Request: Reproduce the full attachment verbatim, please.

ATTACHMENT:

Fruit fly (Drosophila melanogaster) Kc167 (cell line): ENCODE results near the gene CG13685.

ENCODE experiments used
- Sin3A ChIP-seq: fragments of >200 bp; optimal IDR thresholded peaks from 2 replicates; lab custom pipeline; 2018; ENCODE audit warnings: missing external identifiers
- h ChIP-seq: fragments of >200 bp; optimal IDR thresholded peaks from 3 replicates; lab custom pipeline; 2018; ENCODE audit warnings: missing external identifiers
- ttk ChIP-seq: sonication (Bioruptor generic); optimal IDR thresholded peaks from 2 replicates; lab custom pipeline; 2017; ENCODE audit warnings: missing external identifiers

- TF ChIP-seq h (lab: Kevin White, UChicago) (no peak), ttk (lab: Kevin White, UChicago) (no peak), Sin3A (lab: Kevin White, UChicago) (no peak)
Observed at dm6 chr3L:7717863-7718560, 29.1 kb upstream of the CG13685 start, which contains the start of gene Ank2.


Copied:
Fruit fly (Drosophila melanogaster) Kc167 (cell line): ENCODE results near the gene CG13685.

ENCODE experiments used
- Sin3A ChIP-seq: fragments of >200 bp; optimal IDR thresholded peaks from 2 replicates; lab custom pipeline; 2018; ENCODE audit warnings: missing external identifiers
- h ChIP-seq: fragments of >200 bp; optimal IDR thresholded peaks from 3 replicates; lab custom pipeline; 2018; ENCODE audit warnings: missing external identifiers
- ttk ChIP-seq: sonication (Bioruptor generic); optimal IDR thresholded peaks from 2 replicates; lab custom pipeline; 2017; ENCODE audit warnings: missing external identifiers

- TF ChIP-seq h (lab: Kevin White, UChicago) (no peak), ttk (lab: Kevin White, UChicago) (no peak), Sin3A (lab: Kevin White, UChicago) (no peak)
Observed at dm6 chr3L:7717863-7718560, 29.1 kb upstream of the CG13685 start, which contains the start of gene Ank2.